drag). The rear wing works as a balancer of the front wing, because rear
downforce comes from the ground effect's tunnel. The recommended setting
for high speed tracks is 1-1, while for high downforce is 2-5.

Weight: 900Kg
Chassis: Aluminium
Brakes: Iron, ventilated
Front wheels: 300x650mm Rim: 17 inches
Rear Wheels: 365x720mm Rim: 19 inches
Engine WSC: Flat-6 3.0 litre twin turbo 650-800HP @ 8200RPM
Engine IMSA: Flat-6 2.8 litre single turbo 650-800HP @ 8200RPM

Sauber C11:
Physics: Alvaro Perez
After the success of the C9 in 1989, Sauber still evolved the car and improved
aerodynamics, ventilation, fuel consumption Also a new carbon fibre chassis
would embrace the formidable Mercedes engine and its twin KKK
10 turbo positions are available on the simulation, with the most conservative
already offering 720hp and pushing hard from a very low 3500rpm. At the
highest turbo settings more than 900hp explode at the wheel, but abuse will
overheat the engine and harm tyres prematurely.
Remember that these Goodyear tyres (2 hard compounds) must also bear with
one of highest downforce levels of the grid. Harder tyres might be better choice
when there are many fast kinks and long straights.

Choose your aerodynamic setting to obtain more traction and stability. The
sacrifice of some turn-in response will be a reward when exiting the corner.
Using same number for front and rear is a good way to start with a balanced
chassis . After that, engine brake and differential settings can help you more
than you expect to find your taste on corner entry and handling reactions.
Using soft springs can lead to aerodynamic issues, so it is recommended to go
with the unconfortable rock hard suspension that doesnt let you bite kerbs and
spite at every bump.
Weight: 905Kg
Chassis: Carbon fibre
Brakes: Carbon, ventilated
Front wheels: 324x648mm Rim: 16 inches
Rear Wheels: 368x720mm Rim: 18 inches
Engine V8 5.0 litre twin turbo 720-940HP @ 7000RPM

Which car is best for me?

The Mazda with just one brand of tyres and management of fuel consumption
in the hands of the driver, it's a great safe choice for the race. On the Porsche's
side, you have different options. You could use Goodyear tyres and a higher
turbo pressure to go as fast as you can, but bear in mind that tyres will last
less, and pit stops will be longer due to the amount of fuel needed. A more
conservative choice could be to use the Yokohama tyres with a lower turbo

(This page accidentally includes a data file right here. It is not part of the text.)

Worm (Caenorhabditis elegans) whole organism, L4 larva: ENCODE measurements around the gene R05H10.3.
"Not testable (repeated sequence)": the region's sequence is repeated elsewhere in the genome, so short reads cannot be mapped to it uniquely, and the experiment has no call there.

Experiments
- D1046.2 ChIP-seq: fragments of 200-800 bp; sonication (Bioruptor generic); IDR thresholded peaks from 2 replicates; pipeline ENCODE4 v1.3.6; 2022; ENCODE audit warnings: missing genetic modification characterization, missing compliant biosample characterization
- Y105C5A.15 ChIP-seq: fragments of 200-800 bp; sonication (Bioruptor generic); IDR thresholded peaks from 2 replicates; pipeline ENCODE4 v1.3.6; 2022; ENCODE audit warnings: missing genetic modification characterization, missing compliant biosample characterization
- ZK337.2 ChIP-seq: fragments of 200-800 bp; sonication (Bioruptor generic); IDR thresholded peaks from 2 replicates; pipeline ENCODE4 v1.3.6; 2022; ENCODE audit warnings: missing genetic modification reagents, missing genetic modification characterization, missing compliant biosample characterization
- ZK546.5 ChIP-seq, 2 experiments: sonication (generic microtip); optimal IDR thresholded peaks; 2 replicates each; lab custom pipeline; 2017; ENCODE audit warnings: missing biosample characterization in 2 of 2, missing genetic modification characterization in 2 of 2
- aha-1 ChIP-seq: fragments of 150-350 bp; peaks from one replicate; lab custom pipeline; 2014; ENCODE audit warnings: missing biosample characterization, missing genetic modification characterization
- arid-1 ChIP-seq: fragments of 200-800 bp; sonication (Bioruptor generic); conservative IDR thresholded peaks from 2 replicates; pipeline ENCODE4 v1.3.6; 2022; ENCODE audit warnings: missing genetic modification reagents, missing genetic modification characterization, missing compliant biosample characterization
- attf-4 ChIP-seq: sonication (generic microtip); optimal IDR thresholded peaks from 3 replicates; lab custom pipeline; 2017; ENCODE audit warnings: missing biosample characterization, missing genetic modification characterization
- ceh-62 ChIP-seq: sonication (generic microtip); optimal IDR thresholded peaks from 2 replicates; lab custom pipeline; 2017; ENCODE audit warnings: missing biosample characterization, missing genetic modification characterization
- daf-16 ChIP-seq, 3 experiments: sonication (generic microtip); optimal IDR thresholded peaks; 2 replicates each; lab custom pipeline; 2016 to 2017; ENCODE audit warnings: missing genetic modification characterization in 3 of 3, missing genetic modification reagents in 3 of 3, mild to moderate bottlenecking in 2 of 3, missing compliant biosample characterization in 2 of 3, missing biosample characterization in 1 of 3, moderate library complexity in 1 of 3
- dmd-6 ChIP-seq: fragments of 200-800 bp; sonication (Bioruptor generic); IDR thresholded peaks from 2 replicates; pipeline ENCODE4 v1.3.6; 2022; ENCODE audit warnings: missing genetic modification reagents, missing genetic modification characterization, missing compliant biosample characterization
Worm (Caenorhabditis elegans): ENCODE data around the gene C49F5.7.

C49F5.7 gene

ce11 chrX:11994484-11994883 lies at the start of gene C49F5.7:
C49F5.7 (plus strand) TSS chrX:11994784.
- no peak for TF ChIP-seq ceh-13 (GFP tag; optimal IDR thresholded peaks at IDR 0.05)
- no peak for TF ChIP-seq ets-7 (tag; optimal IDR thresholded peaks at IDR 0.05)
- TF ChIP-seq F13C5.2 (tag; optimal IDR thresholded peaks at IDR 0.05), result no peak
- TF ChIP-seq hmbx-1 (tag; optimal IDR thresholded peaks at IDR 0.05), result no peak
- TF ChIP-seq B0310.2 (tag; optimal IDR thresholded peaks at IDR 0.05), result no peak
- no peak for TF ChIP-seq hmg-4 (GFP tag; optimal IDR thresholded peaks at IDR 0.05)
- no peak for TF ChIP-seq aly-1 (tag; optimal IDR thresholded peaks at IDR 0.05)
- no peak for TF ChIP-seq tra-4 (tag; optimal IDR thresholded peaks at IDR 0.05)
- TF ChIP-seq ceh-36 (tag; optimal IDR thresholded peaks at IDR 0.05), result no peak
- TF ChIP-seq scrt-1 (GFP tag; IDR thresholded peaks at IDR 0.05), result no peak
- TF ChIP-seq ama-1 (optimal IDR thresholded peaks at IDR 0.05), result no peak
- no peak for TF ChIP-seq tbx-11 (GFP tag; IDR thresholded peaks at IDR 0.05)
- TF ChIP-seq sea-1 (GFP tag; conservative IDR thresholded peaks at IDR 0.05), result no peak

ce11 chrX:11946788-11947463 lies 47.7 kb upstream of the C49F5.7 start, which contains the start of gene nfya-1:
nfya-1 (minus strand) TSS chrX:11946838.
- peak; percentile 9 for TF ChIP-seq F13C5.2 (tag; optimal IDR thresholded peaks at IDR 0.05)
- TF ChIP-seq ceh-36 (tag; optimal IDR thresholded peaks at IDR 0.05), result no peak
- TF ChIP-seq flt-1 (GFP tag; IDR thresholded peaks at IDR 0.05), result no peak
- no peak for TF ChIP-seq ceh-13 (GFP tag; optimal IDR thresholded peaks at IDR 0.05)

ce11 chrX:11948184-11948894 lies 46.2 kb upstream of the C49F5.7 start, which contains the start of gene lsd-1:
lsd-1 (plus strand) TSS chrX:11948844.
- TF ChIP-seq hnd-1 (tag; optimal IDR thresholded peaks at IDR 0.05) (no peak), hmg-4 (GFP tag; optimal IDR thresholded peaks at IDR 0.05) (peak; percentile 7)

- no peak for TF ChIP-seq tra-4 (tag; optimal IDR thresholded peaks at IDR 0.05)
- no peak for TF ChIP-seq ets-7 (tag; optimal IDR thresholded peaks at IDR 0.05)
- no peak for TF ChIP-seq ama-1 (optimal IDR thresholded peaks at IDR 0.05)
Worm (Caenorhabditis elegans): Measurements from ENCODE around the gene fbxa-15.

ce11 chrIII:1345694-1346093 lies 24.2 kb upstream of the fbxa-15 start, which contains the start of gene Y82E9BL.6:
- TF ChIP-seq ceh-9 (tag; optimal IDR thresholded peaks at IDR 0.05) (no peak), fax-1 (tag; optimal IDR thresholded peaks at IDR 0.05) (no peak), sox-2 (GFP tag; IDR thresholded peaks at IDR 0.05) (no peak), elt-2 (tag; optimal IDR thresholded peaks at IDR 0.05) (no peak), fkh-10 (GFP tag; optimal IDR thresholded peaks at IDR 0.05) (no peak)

pressure. The C11 is heavier, it doesnt turn in so fast on twisty circuits. But it
has good traction, and lots of power to reach high speeds. All cars have the
same chance to fight for wins, it all depends on the driver to choose the right
combination that matches their driving style to get the best performance from
the chosen car.

Pit Stop Time: Tyres take 20 seconds to be changed and is the only
action with a separated time. Fuel takes 1 second per litre (100 seconds for the
entire tank). All the other actions are shared with the fuel time (driver change,
repairs, settings changes). The amount of time that appears as fuel time, is the
total time for the pit stop.

Thanks to:
Brian Davies, Avon Tyres Motorsport,
John Pearson, H.P Tyres Ltd,
Autosport Technical Forum
Mulsannes Corner group.
Special thanks to Oscar Larrauri, a great guy and fast driver, for his
unconditional help and endless passion to make sure we had what we needed.



Mercedes-Benz M119 HL - V8 Turbo

M119 naturally aspirated: 335hp

KKK turbo: up to 611hp
Overall output:
Torque: 820Nm at 3500rpm (low boost)
Power: 730hp at 7000rpm (low boost) ; 944hp at
7000rpm (full boost)

Dyno test at minimum boost pressure

Max. recommended rpm: 7300rpm (at 7500 engine life is halved)
Recommended oil temperature range: 112 130C (at 123C
life is halved)
Recommended boost position:
Endurance: 6
Qualifying: 9
Recommended radiator setting: 3 (Endurance)
Recommended engine brake setting: 3 (Sprint), 5 (Long
endurance, lower numbers increase brake and decrease life)

Throttle map:

Throttle effect depending on pedal position and engine RPM

(created and shown by Engine Easy Create).

Goodyear R500 (medium)
Goodyear R600 (hard)

Front: 25.5/13 x 17
Rear: 28.5/14.5 x 18

-Performance comparison (by CarStat)

-Optimum temperatures:
R500: 100C

R600: 103C

-Abrasion degradation :

-Thermal degradation:
R500 thermal degradation starts at: 109C
R600 thermal degradation starts at: 112C

-Tyre characteristics:
Tyres are very sensitive to slip angle. This means using
excessive steering angles may induce quick overheating on tyres
surface, losing grip prematurely while cornering. Sliding and going
sideways may harm rear tyres.
Tyres are also sensitive to load and speed. They are not so
effective at the fastest corners, where sliding speed is higher and
downforce increases tyre deformation, so they lose grip and suffer faster
overheating and wear.